In general usage the idea of a persecution complex refers to an unhealthy state of mind that causes persons or groups to assume that they are the victims of an evil conspiracy that has singled them out because they are different than the mainstream.
The term therefore is apt to cause many of us to feel uncomfortable. To the extent that we believe that our world hates us for Christ’s sake, we are likely to resent the suggestion that it us “unhealthy” for us to think that we are being singled out and targeted for the same reasons that he was. Many of us know that it was Jesus himself who said we should not be surprised to find that the world that hated him cannot help but hate those who follow him (John 15:18-19).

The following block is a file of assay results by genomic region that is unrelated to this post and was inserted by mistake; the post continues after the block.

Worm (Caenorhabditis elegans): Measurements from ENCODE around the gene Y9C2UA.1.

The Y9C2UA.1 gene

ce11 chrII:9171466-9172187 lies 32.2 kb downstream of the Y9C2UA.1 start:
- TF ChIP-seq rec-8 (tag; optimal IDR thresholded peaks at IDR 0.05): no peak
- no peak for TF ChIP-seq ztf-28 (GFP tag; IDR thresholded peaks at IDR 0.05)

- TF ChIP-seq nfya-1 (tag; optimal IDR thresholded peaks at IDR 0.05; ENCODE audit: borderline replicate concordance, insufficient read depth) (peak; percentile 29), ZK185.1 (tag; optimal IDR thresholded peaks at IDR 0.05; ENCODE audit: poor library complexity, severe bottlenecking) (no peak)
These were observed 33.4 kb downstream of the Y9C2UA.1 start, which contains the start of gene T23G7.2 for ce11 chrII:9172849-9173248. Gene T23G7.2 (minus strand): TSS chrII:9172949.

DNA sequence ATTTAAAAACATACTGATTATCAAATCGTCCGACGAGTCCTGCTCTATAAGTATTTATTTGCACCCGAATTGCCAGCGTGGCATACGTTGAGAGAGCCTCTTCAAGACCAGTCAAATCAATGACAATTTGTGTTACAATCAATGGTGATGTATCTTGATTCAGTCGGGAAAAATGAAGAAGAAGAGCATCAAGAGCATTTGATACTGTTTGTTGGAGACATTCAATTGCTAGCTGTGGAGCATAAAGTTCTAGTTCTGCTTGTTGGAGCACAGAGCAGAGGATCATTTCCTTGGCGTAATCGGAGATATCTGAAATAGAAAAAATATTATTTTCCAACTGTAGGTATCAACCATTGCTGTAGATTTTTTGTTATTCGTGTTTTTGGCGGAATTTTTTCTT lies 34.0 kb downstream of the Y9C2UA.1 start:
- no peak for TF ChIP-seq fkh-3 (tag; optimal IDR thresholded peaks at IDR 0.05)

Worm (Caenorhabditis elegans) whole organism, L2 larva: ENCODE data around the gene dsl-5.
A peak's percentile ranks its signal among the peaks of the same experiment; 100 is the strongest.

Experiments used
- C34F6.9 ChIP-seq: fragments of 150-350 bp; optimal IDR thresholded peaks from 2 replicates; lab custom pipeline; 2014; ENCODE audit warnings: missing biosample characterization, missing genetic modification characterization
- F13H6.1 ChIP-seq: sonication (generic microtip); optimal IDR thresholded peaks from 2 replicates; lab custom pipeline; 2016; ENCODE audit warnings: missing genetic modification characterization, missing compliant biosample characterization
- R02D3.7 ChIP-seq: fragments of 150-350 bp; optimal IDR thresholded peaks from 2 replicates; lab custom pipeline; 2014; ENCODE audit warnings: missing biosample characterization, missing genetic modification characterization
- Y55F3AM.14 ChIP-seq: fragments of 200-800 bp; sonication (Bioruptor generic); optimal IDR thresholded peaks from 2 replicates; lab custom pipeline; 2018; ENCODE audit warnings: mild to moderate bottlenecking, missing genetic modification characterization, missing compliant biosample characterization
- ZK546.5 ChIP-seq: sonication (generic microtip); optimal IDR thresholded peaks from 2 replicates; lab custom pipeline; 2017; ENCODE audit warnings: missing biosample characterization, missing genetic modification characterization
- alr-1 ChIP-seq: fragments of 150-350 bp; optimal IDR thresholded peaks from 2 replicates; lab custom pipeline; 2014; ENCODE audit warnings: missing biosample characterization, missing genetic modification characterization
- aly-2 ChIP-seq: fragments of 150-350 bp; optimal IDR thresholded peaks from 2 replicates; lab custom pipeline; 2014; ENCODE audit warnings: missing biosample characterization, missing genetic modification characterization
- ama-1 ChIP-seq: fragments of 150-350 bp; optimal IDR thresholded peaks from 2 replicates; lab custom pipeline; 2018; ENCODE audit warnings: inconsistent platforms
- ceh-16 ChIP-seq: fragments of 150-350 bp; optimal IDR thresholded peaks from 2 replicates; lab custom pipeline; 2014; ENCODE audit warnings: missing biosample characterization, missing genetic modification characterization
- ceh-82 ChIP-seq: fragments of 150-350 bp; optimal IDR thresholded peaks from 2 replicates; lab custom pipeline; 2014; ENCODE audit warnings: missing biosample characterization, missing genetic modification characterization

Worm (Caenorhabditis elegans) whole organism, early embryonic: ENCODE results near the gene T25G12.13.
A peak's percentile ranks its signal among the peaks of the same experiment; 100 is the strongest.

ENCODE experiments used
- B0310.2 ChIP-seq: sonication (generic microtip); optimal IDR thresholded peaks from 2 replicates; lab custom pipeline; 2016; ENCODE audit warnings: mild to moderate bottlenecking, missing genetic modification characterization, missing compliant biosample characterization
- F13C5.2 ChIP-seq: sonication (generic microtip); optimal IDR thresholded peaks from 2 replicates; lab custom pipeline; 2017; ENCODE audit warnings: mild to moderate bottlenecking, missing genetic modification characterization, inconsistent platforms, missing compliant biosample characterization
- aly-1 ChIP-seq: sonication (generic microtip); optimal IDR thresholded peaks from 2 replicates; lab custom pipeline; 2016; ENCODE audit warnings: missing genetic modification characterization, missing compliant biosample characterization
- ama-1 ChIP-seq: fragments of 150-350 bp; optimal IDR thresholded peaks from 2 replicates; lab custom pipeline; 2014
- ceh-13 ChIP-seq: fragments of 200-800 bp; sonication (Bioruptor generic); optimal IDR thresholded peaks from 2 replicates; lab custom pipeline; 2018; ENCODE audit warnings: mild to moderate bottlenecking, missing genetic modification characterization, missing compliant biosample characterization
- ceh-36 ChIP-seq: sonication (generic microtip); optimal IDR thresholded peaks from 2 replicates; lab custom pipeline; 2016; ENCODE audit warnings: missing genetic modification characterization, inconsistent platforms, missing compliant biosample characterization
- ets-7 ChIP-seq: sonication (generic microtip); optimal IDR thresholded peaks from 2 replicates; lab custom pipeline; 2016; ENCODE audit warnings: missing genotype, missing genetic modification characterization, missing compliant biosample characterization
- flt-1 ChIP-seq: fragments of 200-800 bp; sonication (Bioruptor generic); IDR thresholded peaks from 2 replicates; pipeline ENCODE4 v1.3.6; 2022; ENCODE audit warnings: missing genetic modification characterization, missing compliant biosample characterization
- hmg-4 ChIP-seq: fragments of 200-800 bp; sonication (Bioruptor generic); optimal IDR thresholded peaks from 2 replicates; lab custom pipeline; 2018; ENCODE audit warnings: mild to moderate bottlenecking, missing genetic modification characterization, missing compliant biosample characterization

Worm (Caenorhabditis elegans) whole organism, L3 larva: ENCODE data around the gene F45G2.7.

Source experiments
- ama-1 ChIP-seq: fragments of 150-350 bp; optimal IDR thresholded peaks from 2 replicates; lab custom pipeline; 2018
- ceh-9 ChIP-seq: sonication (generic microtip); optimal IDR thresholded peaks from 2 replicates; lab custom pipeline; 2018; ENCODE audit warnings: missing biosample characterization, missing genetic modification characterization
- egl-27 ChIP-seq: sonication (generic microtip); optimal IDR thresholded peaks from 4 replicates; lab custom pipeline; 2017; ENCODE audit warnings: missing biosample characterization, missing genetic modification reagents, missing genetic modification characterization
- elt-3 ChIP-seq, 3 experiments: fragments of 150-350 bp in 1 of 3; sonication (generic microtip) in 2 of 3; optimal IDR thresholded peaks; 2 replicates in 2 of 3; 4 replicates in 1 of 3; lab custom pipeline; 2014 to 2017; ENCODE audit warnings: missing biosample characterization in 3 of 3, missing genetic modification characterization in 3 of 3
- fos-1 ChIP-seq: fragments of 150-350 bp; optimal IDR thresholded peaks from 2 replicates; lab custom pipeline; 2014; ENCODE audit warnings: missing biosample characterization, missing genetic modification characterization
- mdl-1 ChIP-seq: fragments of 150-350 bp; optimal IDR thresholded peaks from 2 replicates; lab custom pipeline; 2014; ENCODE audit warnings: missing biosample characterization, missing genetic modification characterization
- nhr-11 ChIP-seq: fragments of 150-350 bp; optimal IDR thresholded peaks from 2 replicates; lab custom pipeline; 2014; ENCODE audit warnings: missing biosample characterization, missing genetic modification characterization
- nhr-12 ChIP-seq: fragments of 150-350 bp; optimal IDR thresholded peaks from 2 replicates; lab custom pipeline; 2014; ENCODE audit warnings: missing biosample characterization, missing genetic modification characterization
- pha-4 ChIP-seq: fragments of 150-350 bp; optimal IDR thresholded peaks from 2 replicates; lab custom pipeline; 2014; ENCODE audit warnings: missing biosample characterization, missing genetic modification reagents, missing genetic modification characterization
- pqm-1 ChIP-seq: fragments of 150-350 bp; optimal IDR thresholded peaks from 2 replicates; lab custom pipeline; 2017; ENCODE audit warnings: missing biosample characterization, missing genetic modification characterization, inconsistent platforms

Prior to that the Teacher made a revealing comment to his own family members who didn’t believe in him, and actually thought that he was mentally unstable (John 7:3-7).
But with this much said, a question lingers. Why then did Jesus have a reputation for being a friend of sinners, while being hated by so many leaders of the synagogues and experts in the law of Moses? What was “the world” that hated Jesus? And why?
Am guessing this is the kind of question that can be best answered by trying to think through it together. While being resented or rejected for the sake of Christ would be honorable, we need to make sure we are making progress in knowing the difference between suffering “for Christ’s sake” rather than for our own mistakes and resulting persecution complex.